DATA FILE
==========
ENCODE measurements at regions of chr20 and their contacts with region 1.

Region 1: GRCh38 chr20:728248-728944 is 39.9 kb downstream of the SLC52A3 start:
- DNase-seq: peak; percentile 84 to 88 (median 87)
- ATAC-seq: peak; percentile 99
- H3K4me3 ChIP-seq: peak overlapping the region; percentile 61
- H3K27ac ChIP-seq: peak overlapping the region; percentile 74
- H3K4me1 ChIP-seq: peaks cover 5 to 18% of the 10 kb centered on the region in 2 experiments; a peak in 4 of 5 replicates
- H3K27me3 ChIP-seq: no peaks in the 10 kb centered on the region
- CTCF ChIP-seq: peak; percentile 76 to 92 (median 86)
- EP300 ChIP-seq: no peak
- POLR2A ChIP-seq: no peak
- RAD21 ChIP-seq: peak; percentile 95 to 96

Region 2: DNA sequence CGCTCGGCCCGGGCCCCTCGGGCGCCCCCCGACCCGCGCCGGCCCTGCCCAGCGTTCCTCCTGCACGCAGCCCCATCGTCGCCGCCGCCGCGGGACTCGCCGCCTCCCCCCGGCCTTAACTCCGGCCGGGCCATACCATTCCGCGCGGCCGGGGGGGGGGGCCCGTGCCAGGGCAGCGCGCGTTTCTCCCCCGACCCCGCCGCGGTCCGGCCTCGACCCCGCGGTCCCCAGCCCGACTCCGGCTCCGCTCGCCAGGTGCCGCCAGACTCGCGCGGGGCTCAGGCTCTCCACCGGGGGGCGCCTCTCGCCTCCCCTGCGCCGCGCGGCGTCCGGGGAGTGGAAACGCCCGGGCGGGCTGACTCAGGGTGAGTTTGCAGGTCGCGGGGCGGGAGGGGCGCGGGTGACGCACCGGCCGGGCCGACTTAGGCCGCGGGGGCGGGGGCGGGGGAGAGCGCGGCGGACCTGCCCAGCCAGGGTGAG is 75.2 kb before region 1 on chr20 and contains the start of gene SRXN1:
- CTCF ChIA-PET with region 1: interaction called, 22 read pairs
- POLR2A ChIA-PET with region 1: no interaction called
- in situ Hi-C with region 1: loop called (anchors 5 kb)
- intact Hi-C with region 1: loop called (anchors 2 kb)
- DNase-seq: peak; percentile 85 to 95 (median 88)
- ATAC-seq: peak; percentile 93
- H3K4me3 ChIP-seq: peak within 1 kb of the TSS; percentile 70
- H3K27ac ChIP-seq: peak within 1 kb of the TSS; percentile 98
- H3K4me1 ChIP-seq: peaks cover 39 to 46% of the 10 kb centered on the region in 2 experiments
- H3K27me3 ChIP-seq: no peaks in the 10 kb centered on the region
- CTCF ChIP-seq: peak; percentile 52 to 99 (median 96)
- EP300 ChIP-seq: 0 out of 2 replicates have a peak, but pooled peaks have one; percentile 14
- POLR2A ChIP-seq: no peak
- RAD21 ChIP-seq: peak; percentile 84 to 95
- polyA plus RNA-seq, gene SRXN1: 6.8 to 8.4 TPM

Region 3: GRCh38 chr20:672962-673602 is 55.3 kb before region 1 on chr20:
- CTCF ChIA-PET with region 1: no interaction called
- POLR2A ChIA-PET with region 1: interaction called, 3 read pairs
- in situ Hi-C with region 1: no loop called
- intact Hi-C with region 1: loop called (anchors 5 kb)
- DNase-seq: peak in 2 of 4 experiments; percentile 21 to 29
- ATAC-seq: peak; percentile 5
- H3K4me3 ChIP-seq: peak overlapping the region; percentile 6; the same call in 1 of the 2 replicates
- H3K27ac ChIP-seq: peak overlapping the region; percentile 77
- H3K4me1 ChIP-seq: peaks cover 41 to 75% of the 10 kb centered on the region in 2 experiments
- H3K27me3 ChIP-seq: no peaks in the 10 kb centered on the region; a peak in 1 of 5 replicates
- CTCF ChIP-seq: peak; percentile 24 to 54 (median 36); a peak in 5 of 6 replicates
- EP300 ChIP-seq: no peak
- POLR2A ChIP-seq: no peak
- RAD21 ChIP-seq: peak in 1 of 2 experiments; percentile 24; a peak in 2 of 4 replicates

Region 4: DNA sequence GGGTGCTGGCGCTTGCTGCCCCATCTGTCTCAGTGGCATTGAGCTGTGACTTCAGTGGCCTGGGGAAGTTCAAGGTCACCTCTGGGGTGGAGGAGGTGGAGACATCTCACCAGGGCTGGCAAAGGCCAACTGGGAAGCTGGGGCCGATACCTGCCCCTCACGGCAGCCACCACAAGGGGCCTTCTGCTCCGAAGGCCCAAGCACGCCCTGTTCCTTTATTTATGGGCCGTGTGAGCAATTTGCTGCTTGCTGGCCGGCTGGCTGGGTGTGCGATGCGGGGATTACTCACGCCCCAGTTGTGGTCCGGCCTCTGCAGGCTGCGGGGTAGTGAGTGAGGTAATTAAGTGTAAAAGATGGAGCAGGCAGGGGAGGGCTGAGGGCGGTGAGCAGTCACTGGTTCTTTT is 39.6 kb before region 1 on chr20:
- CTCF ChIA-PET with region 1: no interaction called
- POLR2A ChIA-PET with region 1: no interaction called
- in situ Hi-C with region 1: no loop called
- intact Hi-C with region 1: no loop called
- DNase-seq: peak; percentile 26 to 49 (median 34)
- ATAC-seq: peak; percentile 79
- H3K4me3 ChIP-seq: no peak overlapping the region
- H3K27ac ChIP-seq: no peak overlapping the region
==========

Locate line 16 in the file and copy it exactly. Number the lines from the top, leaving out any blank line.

- in situ Hi-C with region 1: loop called (anchors 5 kb)